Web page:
Technology Update: DICOM vs. HL7

By Herman Oosterwijk, AuntMinnie.com contributing writer

July 5, 2001 --

As a participant in the DICOM standardization effort and a co-chair of an HL7 special interest group, I still feel somewhat overwhelmed by the sheer size and momentum of the HL7 standardization meetings. The HL7 organization has more than 2,000 members, and hundreds of people, from all over the world, always show up at its quarterly meetings.

But the size of the organization is not the only difference between HL7 and DICOM. For all the efforts to merge DICOM and HL7, the two standards remain very different entities in the area of application, its protocol structure, and information content. This article will explore some of the differences between the two standards, which may affect future efforts to integrate them.

First of all, HL7 is very much event-driven -- i.e. a patient is admitted, discharged, or just transfers from one room to the other. These events result in so-called unsolicited transactions that are exchanged in a process usually initiated by the main patient registration system. DICOM is much more of a client-server protocol, in which modalities such as a CT or MR request a worklist from a server to find out its schedule.

Secondly, the HL7 standard is implemented with much more freedom. Most hospitals use it as a guideline rather than a standard, which leads to vendor-specific implementations and on-site customization. An interface engine, mapping the various fields to accommodate these differences is an accepted part of life.

DICOM, although still not quite plug and play, is much more rigidly specified, and DICOM-to-DICOM conversion boxes are fortunately slowly being eliminated. Lastly, if you understand that HL7 uses character-based encoding, you can grasp that the conversion of pixel data to these characters leads to even larger file sizes.

While HL7 and DICOM have their own domains, they do definitely connect, however. The interface consists from a workflow perspective of two areas, i.e. where the ordering information for the imaging procedure is exchanged, and where the results, in the form of a diagnostic report and/or measurements are sent back to the information system.

There are several other intersections between DICOM and HL7 that are of critical import to department workflow. For example, the DICOM modality performed procedure step communicates from the modality the actual procedure performed, which can be different from the scheduled procedure.

It is not uncommon, for example, to extend a chest CT scan to the abdomen. This would currently require the order to be changed at an IS terminal, which can communicate information directly from the modality back to the IS scheduling application.

Examination status is also important; the completion of a procedure needs to be known at the IS. Even the start of a procedure is useful information when indicated on a scheduling worklist. Lastly, an unscheduled patient might require a HL7 patient update transaction to get the IS database back in sync.

Mapping the HL7 information, e.g. from the order transaction to the DICOM worklist, is not obvious, however. Most of the information can be mapped directly, but HL7 has a more elaborate encoding of the patient ID (it recognizes several), for which a specific mapping to the DICOM equivalent patient ID has to be defined. This is where the IHE (Integrating the Healthcare Enterprise) initiative comes in, delineating in an unambiguous specification (via the technical framework) the intersection of HL7 and DICOM.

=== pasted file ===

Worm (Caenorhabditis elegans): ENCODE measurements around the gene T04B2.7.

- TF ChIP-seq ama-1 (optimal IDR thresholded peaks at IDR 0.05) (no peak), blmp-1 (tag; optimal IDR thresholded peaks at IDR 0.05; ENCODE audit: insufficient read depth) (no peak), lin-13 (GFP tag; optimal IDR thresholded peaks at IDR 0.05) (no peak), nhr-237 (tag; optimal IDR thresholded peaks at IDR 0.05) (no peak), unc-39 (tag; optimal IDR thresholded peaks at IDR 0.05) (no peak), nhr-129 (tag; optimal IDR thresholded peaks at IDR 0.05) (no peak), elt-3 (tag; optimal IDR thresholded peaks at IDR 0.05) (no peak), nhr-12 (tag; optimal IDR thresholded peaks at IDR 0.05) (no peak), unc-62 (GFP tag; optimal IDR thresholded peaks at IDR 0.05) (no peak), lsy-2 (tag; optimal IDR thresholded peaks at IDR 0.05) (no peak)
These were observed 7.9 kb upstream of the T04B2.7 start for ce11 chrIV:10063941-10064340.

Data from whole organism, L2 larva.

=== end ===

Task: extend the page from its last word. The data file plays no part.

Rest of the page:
How is the integration between HL7 and DICOM working out? The lack of participation by the IS vendors in IHE activities has been a limiting factor, as has been the radiology-centric nature of the initial document.

Early experiences, such as by the U.S. Department of Veterans Affairs, prove that the integration of other specialties such as endoscopy, ophthalmology, and pathology require a different workflow and have their own problems. For example, the IHE framework specifies that a request, identified by a single accession number, can result in multiple procedure steps, which in turn can generate two reports, both with the same accession number. It is my guess that most radiology systems cannot cope with this.

Interfacing issues between DICOM and HL7 cause some workflow problems, several of which have a root cause in the PACS. For example, a single acquisition sometimes requires the technologist to split up the procedure at a QA station. A CT scan might need to be divided into the specific chest and abdomen images, while using some images in either group. Most modalities are not quite ready to handle this task.

Despite these lingering challenges, great progress has been made with interfacing DICOM and HL7. A special joint HL7/DICOM working group is trying to facilitate the reconciliation of these issues. This is a key initiative to bring about tight connection between the two standards and ensure workflow support.

By Herman Oosterwijk
AuntMinnie.com contributing writer
July 5, 2001

Mr. Oosterwijk is president of OTech Inc., a healthcare technology consulting and training company. He will be hosting a weeklong forum July 9-13 in AuntMinnie's discussion groups to answer any questions on DICOM. He can also be reached via www.otechimg.com.

Related Reading

Technology Update: Are PACS networks plug-and-play yet?, March 21, 2001

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